I leave it to all people of judgment to judge, simply by reading this letter, how impudent, lying and full of all villainy is this fellow, and how unworthy to keep company with honest men, much less to have knowledge of their affairs, whether they treat of Religion or of honour, considering his atheistic, mischief-making, violent, false and disloyal spirit, unworthy ever to have cognizance of anything save patasseries and such ordure.
Copy, in Stafford's own hand-writing. Latin. 7 pp. France XVII., 121.
[This letter is alluded to in a letter from Stafford to Burghley, written on Jan. 8, 1587–8 (see under that date below) where he quotes the first paragraph, and says that it was written on Sept. 18, 1587, came into his hands on the 19th and was sent by him to Walsingham on the 20th. He is mistaken in the first point, as the letter is clearly dated Sept. 11 (i.e. Sept. 1 o.s.). But he is probably correct in the two other dates. See also the Abbe's letter to Walsingham of Sept. 8 [o.s.] above. Stafford's letter to Buzenval must have been written some days later, as he had had time to write to Mazin del Bene, Salletes and Megnier and to receive their answers. This copy was no doubt sent to Burghley].
Enclosing:
a. (fn. 6) Mazin del Bene to [Stafford].
My letter to you was written in haste and a little anger. Now I write at leisure and more calmly; telling you in the first place that it was the Abbé d'Albene who gave me the information about Morgan, and having asked me what you had said, I told him you were greatly astonished, and said that the last discourses you had had with the King on this matter were quite different, and you could not think whence the alteration came; and this I have repeated to himself today. As to the other point, speaking of those to whom this was attributed, I said that they had written me a word thereupon, from which I saw that if this was not used as intended, they might perhaps accommodate you with it, (fn. 7) and that my friend wrote that this might disoblige the party for whom he was surety; but so far from saying that you had sought it, I told him for certain that you knew nothing of it save by what I said to you.
If this offends you, I am sorry, and assure you that in talking familiarly with him in these terms, I never thought of vexing you, and am ill-pleased that my kinsman should turn my words to the offending of persons whom I love and honour greatly and to whom I confess myself obliged. This, upon my honour is the simple truth of the matter. If you think I have done you wrong, tell me, and I will make amends, even with my blood, for nothing could distress me more than to know that you were displeased with me.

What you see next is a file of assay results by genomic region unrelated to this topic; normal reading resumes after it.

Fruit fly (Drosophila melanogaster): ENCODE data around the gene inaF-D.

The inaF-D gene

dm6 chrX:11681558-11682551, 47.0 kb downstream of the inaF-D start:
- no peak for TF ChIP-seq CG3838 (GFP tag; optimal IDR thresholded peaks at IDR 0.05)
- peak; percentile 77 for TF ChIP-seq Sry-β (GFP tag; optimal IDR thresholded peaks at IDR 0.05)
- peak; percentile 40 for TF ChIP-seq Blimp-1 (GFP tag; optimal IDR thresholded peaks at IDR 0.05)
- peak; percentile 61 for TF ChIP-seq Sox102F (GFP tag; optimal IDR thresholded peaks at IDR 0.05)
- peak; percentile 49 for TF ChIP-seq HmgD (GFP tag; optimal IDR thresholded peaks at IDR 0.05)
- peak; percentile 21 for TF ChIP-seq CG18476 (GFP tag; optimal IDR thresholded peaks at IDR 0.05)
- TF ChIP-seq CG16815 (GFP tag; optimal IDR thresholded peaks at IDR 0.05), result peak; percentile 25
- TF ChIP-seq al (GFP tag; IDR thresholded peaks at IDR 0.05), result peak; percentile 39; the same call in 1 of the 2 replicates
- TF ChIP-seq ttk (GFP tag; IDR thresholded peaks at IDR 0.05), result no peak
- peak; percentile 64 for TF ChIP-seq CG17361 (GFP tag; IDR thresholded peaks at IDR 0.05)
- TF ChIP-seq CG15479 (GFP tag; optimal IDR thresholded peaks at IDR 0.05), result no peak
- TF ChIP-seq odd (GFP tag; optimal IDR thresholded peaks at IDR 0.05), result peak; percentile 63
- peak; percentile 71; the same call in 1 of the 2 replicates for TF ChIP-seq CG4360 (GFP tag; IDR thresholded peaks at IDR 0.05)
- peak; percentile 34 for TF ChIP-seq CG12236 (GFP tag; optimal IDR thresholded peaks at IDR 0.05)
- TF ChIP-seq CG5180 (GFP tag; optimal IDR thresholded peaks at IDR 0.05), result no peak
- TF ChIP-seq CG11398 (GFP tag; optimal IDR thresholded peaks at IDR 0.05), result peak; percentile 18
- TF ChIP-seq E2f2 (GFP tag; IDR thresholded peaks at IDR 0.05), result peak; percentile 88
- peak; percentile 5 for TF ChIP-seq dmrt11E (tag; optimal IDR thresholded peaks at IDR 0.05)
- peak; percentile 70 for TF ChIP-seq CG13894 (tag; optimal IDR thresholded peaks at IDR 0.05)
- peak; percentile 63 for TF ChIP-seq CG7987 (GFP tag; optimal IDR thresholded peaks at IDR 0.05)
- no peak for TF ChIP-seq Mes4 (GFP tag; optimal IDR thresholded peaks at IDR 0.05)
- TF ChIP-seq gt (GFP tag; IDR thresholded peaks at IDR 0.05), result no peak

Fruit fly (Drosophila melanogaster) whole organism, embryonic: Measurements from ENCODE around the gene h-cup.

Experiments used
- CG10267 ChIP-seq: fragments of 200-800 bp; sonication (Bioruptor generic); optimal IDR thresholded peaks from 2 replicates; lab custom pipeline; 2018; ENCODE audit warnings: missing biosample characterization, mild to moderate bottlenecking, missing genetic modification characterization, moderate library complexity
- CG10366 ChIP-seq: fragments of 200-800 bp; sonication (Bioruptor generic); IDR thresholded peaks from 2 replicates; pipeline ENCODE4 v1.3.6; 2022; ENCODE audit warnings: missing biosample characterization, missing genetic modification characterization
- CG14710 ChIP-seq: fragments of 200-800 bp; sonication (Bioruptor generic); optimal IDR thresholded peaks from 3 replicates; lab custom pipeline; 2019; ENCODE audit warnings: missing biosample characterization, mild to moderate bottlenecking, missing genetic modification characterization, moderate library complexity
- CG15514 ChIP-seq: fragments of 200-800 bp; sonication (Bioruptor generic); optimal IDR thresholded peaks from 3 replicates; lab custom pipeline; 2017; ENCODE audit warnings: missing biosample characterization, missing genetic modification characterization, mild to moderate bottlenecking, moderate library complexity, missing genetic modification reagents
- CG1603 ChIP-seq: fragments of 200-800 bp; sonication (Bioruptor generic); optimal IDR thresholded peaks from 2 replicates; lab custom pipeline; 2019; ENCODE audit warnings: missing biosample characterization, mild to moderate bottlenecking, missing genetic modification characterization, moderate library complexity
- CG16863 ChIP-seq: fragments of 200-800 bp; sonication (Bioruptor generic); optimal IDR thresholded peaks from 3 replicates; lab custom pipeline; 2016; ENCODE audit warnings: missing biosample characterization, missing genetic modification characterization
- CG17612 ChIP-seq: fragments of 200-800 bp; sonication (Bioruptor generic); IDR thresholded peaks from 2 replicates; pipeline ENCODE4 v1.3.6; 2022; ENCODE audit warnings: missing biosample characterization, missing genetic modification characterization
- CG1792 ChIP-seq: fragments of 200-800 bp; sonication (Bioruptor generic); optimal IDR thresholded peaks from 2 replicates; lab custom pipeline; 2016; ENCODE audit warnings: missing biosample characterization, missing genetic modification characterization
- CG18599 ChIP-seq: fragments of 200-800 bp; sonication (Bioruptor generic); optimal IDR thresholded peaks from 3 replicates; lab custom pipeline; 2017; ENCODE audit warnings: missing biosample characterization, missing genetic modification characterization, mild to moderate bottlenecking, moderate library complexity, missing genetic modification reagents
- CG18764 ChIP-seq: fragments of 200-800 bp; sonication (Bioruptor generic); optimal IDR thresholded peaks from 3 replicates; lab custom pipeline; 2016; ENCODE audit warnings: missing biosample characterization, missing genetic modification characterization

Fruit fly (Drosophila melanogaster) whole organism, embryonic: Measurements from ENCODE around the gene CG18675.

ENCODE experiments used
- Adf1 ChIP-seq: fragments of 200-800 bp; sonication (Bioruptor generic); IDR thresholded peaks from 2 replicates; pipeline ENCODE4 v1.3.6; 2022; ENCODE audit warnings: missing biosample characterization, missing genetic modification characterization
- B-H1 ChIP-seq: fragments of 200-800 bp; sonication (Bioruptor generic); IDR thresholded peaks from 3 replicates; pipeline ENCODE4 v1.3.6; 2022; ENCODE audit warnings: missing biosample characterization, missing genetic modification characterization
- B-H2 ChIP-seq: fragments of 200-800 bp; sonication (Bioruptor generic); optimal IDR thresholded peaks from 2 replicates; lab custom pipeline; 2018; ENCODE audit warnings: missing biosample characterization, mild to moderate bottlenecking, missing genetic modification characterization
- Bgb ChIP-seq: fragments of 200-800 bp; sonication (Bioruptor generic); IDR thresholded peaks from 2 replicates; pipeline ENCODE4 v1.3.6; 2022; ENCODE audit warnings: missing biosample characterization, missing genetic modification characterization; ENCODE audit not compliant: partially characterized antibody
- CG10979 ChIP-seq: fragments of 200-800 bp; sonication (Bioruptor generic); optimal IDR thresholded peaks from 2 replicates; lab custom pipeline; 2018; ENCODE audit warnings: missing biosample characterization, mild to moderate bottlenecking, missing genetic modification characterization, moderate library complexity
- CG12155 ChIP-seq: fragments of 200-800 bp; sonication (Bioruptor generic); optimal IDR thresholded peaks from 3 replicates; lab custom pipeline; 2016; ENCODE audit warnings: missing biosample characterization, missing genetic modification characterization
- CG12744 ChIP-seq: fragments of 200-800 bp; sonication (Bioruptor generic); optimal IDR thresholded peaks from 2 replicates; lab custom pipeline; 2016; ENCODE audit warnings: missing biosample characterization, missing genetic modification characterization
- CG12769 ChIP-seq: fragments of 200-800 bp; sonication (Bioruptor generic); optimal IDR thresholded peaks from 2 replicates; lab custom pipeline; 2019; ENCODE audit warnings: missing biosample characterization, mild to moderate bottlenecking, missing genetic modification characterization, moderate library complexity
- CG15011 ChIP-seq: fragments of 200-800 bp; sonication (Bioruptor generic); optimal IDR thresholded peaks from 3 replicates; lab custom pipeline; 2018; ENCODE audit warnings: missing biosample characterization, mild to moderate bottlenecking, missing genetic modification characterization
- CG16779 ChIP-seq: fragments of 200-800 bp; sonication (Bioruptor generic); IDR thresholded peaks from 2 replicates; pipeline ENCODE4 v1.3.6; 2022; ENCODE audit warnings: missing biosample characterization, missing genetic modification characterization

b. E. [i.e. Stafford] to [Mazin del Bene?]
I send you an extract of a letter which has fallen into my hands from the Abbé d'Albene, where you are mentioned in two places. I pray you to write me the truth of it. I do not demand it as a friend, but as to a Christian, who would speak the truth even for a Turk.
c. Mazin del Bene to [Stafford].
As to Morgan, so far from saying that when I told you of the report that he was to be set free you laughed at it, I said you were greatly astonished [to the same effect as his previous letter]. For the rest, I confess that (as I told you) I have had some little hint from England that since the opportunity had passed by, it might be that her Majesty would allow you to employ what you know of for your convenience; but I never said in any way whatever that you had procured it, but spoke with all due discretion and respect, and pursuant to some talk which the Abbé and I had together on this matter, I said (as his letter imports) that they had written to me of it so slightly from England that only with great difficulty could any conjecture be made thereupon.
I am vexed that my kinsman put forward my discourse to the disadvantage of those whom I love and esteem greatly. He stayed here a long time after I had said what I thought of it— to pacify me, which is the cause of my detaining your servant so long. If you think I have done anything amiss, pardon me, and believe that I have only done what I have told you of, and possibly still less.
d. E. [i.e. Stafford] to M. de Salletes.
I send you an extract of part of a letter fallen into my hands, written by the Abbé del Bene to Buzenval, and as it touches you, and is a thing of which you can better speak than any other, I demand, for the clearing of my honour and reputation, which are so greatly concerned therein, that, being as you are, a man of honour, you will favour me by telling me what is the truth of it.—E.
e. M. de Sallettes to Stafford.
I should think it would be sufficient for all who know him, to say that the Abbe d'Albene wrote the above; and that among honest men, no account is to be made of what he says or writes.